PDCA - One Blog

Welcome to the first Dexter cattle blog to disseminate information for members of the Purebred Dexter Cattle Association of North America (PDCA) and for those with a curiosity about Irish Dexter cattle, cattle in general, as well as news from the PDCA. Expressions of opinion are to not be regarded as expressing the official opinion of the PDCA unless expressly stated. Hopefully you will find something here of interest and don't overlook browsing through the archives. Comments are welcomed.

Sunday, April 22, 2007

Region 4 PDCA Show

The 6th annual show will held in conjunction with the McHenry Highland Festival, at McHenry, Maryland, on Saturday June 2, 2007. Show time 2:00 pm. Dexter talk and Celtic fun all day.

See the festivals website: www.highlandfest.info
McHenry, Md., is in Garrett County, the western most county of Maryland, on top of the Eastern Continental Divide. We usually have cool weather in early June. The Garrett County Fairgrounds are on US 219, South of I-68, between Morgantown, WV and Cumberland, Md.

I encourage Dexter breeders and friends to attend and bring some critters. We are provided with a nice barn near all the other Celtic activity, RV sites and about 5,000 to 6,000 festival visitors who come thought the see the "tidy little cows" (a name given my Dexter cows by a festival visitor 7 years ago). We will have PDCA banners and brochures. Judge Jim Johnson will share his vast experience with the Dexter breed. Region 4 Area Manager John Colhoun will be Ringmaster.

Dexter exhibitors are provided with free passes to the festival, I will need conformation of your bringing cattle and number of passes required by May 18th so I can mail same. When confirming, indicate the number of animals you plan to bring. I can supply advance festival tickets at $10.00 for our friends and PDCA members not bringing cattle.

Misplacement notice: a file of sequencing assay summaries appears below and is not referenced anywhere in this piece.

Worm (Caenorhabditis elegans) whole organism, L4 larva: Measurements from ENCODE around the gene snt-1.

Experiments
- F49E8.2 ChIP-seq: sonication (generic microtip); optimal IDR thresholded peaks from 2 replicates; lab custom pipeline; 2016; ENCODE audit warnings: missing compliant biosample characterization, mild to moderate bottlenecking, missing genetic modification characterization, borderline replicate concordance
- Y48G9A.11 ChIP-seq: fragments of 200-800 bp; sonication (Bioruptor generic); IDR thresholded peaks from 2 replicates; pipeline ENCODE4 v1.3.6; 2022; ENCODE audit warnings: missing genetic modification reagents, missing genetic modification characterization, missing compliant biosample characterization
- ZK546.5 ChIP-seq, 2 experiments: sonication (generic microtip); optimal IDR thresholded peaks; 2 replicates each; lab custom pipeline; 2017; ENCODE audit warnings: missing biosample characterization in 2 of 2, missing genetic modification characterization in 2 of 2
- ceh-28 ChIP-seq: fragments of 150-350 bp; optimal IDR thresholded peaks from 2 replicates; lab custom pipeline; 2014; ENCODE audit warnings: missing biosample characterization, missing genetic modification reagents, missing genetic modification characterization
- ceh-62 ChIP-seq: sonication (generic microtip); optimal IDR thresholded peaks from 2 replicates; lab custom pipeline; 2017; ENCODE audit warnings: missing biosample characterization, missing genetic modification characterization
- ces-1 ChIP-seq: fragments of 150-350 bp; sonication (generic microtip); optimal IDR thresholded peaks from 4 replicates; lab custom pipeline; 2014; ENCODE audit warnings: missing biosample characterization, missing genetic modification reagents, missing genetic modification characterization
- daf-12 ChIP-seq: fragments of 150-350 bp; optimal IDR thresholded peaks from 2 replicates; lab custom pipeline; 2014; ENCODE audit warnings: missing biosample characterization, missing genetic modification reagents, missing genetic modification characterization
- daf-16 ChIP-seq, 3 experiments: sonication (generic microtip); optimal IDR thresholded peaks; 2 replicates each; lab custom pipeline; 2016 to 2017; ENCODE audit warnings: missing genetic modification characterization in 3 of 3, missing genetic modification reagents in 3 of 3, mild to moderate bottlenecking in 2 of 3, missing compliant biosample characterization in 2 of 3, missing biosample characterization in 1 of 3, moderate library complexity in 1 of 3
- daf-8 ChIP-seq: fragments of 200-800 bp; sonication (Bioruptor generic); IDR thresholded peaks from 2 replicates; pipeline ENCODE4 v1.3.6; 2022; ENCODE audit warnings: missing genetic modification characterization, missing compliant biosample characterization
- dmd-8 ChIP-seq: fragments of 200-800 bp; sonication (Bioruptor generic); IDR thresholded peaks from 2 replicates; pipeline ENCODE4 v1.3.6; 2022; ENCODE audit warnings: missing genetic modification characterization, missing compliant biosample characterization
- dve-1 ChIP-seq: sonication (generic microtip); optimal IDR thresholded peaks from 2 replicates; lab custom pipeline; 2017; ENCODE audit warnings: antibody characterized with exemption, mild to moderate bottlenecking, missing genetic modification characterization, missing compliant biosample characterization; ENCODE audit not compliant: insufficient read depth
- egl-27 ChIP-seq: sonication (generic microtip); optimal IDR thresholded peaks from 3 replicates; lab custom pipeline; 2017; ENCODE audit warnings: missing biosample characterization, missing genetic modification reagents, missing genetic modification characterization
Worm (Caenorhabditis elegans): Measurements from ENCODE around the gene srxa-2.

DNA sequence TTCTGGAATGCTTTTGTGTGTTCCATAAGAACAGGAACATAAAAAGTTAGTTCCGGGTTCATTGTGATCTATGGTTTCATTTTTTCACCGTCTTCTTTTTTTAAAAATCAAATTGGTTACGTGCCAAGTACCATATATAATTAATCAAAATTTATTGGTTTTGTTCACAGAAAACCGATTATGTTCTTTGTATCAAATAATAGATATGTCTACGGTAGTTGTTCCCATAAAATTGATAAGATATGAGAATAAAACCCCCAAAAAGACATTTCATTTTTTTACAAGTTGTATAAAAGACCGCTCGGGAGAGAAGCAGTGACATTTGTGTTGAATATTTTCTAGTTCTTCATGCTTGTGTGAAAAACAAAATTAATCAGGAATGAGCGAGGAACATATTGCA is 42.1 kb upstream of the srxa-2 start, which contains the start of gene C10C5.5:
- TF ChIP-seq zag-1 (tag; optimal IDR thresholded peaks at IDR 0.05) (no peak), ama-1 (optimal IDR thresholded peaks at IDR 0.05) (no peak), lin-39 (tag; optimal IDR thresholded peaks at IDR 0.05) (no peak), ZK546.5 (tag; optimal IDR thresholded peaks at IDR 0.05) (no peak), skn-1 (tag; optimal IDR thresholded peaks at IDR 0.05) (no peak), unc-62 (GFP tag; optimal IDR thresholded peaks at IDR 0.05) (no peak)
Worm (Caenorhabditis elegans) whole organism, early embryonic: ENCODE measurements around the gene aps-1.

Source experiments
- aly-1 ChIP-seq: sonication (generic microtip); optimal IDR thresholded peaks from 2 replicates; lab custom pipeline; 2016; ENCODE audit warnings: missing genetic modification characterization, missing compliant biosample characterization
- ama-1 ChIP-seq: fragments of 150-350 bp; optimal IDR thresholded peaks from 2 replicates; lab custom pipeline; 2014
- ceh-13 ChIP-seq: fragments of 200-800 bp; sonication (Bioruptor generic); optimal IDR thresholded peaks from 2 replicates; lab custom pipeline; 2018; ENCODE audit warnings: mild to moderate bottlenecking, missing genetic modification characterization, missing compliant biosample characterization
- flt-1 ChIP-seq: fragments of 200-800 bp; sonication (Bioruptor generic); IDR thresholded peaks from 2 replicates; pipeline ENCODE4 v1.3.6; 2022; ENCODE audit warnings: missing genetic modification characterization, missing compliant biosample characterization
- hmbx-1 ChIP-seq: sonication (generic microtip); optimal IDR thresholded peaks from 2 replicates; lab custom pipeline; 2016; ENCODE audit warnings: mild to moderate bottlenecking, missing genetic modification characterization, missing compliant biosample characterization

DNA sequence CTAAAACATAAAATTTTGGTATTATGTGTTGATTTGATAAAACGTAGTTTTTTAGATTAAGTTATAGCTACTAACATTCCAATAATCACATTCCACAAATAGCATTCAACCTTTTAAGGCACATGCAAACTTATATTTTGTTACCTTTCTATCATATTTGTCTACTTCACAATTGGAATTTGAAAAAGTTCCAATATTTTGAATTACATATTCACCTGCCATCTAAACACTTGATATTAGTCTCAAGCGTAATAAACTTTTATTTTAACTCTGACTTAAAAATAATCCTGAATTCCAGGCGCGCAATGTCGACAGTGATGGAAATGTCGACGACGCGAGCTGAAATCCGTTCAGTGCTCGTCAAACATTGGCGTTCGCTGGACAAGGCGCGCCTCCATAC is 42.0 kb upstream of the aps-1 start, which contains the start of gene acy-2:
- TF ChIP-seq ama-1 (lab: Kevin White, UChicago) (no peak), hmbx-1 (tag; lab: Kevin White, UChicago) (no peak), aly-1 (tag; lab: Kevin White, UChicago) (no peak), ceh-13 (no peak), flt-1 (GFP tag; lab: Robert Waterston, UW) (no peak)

This show is a lot of fun and a good exposure to a lot of visitors from the mid-Atlantic area. Come and help us show-off our Dexter's. We need a lot of experienced Dexter folks to explain the breeds fine points to the public.

Contact: Tom Donaldson,
Phone: 304-735-3102 or 240-321 -1312
Email: hollifieldfarm@myway.com
Hope to see you all on June 2nd!
Tom Donaldson

PS: Maryland Animal Health requires a Certificate of Veterinary Inspection for both instate and out of state cattle. Your local Vet can supply you with same and just bring the certificates with the cows. A Maryland Dept. of Animal Health Representative will check the animals and certificates on Saturday morning. Cattle can come in on Friday and stay through Sunday.

Monday, April 09, 2007

"Calves beef up the interest at old farm"

The Journal - UK

'Down on the Bede's World farm, two new additions are making history.

Chad and Wilfred are a pair of calves with a lot to live up to - they'll be following in the hoof-prints of the only working oxen in the North.

The Dexter cattle will be taught to plough the land using traditional medieval methods, continuing the farm's aim of creating an authentic working Anglo-Saxon farm.
The 10-month-old calves have been officially named, after visiting children voted for Chad and Wilfred from a shortlist of 7th Century names.

Chad and Wilfred were both Northumbrian saints, but their new namesakes are anything but.

The Dexter breed are notoriously hard to train, but having already succeeded in training the old boys on the farm, Edwin and Oswin, farm manager Christine Fitzgerald has high hopes for the ploughing protégés. She said: "When we're selecting new animals I always look for a good temperament and these calves are very well-handled.

"We use this breed because they are so similar to what the Anglo-Saxons would have used. They're a naturally small breed.

"They are definitely more difficult to train than other cattle, let's just say that they're characters."

The veterans of the farm, Edwin and Oswin, have been at Bede's World, near Jarrow, for 10 years and have become proficient ploughers, having been built up into the bodybuilders of the oxen world.

The new twosome, who will take over when the old guard retire, will not be able to start heavy training for at least two years when they're strong enough, but they're already getting used to life on the farm.'

Sunday, April 08, 2007

Happy Easter

PDCA - One Google